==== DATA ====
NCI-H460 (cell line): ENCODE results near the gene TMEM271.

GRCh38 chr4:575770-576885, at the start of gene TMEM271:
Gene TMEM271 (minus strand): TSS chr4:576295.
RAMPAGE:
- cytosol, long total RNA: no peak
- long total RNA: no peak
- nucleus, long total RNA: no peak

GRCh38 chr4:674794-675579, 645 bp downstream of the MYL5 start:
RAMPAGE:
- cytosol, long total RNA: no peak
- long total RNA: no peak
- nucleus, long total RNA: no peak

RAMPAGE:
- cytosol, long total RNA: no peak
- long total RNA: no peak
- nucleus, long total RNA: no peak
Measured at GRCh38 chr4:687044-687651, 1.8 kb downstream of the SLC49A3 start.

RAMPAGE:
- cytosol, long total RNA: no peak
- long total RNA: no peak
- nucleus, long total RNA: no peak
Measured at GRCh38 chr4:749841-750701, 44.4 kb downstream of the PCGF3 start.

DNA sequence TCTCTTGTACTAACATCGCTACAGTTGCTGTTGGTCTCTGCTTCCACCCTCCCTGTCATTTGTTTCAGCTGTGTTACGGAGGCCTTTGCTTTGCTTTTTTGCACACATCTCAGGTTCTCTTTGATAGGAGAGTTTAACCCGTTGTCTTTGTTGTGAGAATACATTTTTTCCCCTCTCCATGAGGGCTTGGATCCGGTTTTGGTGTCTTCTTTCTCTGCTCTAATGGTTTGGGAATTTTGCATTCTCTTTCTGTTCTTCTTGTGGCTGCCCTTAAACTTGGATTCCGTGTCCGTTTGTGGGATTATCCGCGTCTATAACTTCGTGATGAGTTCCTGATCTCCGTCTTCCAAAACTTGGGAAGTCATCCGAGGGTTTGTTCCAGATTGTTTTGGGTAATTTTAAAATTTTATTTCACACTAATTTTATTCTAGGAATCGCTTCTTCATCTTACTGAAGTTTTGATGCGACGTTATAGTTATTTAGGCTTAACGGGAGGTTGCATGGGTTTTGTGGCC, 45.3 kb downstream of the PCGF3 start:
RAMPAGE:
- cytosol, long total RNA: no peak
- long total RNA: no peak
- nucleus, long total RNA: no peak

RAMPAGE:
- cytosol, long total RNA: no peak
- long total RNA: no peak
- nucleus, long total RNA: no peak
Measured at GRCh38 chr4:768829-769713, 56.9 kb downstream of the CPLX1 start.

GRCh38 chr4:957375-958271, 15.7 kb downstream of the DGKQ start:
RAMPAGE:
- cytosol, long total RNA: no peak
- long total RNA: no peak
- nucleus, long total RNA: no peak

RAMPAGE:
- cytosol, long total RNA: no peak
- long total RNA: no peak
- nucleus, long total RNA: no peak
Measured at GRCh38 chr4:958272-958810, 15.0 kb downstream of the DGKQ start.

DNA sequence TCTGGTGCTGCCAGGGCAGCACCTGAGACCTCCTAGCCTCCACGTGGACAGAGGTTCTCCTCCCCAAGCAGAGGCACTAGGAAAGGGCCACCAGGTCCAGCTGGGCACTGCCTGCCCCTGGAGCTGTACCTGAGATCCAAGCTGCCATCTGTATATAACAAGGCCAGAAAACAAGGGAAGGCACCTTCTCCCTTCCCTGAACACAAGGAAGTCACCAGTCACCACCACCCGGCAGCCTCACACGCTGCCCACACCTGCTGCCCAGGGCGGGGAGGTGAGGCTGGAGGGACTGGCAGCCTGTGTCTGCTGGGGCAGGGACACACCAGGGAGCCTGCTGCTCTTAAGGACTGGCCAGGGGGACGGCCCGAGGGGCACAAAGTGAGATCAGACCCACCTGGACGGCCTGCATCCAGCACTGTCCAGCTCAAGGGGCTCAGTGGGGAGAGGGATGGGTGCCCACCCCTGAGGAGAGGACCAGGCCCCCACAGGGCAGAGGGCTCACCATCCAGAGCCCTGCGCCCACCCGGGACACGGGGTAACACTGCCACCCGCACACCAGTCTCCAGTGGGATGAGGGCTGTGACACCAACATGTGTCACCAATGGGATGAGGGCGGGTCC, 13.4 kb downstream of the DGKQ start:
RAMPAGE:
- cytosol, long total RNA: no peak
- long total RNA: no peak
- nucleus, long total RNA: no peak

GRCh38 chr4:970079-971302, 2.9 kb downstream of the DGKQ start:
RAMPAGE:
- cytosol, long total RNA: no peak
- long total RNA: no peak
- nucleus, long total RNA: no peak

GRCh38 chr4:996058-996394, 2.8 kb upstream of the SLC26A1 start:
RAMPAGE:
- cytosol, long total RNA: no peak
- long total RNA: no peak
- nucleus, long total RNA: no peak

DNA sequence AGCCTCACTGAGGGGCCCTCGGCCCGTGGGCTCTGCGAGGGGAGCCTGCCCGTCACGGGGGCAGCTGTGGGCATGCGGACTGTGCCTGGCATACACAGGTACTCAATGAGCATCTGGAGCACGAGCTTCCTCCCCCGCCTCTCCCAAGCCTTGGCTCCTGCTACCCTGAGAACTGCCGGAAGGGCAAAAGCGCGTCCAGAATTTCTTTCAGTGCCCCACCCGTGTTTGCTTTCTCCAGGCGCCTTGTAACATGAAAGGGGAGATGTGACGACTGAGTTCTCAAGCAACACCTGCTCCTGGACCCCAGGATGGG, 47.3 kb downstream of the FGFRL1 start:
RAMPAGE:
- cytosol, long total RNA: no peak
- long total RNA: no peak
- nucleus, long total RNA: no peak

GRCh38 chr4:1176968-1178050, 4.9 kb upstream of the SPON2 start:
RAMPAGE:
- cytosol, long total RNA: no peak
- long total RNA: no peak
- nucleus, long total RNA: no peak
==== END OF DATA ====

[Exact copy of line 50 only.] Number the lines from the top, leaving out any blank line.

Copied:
- cytosol, long total RNA: no peak